THE PLOT: The narrator returns to Lagos after living in the United States for several years. He is struck by the corruption in Nigeria and each chapter is a vignette of how corruption infiltrates every level. As he speaks with family and friends, explores some old haunts and new, creative enterprises, the narrator debates whether to return for good.
RATING: This book is more like a personal essay than a novel, which is why I’m only giving it three stars. I’ve seen it described as a novel or novella in different places, but I’m not convinced it meets the criteria. There isn’t really a narrative – it’s like a tour guide through Lagos explaining the key sights, as well as the modern customs and nature of Nigerian people.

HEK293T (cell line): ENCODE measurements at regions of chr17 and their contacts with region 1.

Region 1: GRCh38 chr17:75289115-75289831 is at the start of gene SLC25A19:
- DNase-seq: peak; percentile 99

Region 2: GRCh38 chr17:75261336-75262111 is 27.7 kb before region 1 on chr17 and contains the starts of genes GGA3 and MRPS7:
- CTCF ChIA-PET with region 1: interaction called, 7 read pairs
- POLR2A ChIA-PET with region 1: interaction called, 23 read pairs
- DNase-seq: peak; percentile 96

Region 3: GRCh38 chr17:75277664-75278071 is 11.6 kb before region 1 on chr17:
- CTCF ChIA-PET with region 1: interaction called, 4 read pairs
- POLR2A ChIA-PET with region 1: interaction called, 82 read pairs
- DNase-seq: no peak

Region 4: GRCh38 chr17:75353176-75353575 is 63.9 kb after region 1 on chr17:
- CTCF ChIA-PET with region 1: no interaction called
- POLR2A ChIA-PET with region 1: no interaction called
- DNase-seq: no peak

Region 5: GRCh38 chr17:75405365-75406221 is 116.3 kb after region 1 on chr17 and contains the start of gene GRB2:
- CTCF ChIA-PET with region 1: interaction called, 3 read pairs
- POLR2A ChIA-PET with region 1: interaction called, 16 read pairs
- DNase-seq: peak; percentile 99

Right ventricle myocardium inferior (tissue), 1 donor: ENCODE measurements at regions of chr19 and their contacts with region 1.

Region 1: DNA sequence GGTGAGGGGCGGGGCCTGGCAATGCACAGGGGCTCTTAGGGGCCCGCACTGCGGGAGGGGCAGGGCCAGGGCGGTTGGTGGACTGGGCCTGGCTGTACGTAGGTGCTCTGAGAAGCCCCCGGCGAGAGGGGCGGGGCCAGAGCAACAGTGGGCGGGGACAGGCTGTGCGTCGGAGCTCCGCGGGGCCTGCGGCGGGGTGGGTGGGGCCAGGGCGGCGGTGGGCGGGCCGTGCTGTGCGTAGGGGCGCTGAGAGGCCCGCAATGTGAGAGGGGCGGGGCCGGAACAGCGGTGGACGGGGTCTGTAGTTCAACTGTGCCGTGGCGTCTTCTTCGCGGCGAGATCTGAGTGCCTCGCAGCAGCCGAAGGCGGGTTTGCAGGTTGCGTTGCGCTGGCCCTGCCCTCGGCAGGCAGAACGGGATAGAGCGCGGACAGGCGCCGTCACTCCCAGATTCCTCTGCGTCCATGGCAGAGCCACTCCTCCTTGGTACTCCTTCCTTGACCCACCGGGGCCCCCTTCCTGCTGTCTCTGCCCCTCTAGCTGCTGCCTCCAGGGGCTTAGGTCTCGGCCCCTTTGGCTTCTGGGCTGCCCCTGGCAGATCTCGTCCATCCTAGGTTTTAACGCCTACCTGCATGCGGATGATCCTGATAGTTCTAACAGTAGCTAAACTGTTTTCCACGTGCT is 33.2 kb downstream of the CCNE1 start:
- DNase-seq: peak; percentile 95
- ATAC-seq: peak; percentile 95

GOOD BITS: It was a quick, easy read that made me reflect on my personal recollections of Lagos. The descriptions of the city were rich and I thought about the flourish in arts and culture since my first trip (I was around 10 years old), as well as the all-pervasive corruption that plagues the city.
NOT SO GOOD BITS: The musings in the book weren’t groundbreaking. It felt like they fed into the idea that Nigeria needs to imitate Western countries in their arts and culture (classical music lessons at Muson, privileging jazz above reggaeton, the need for more bookstores). Although there was a lot of insight into the problems with Nigeria (over reliance on imports, lack of infrastructure, poorly paid public servants leading to demands for bribes) there was an overriding feeling that ‘west is best’ which slightly irked me.
OVERALL: I’m not sure if I’d recommend this book, although I’d still read Teju Cole’s other novel Open City. I’d really like to know what other Nigerians think of Teju Cole, particularly those born and bred in Lagos.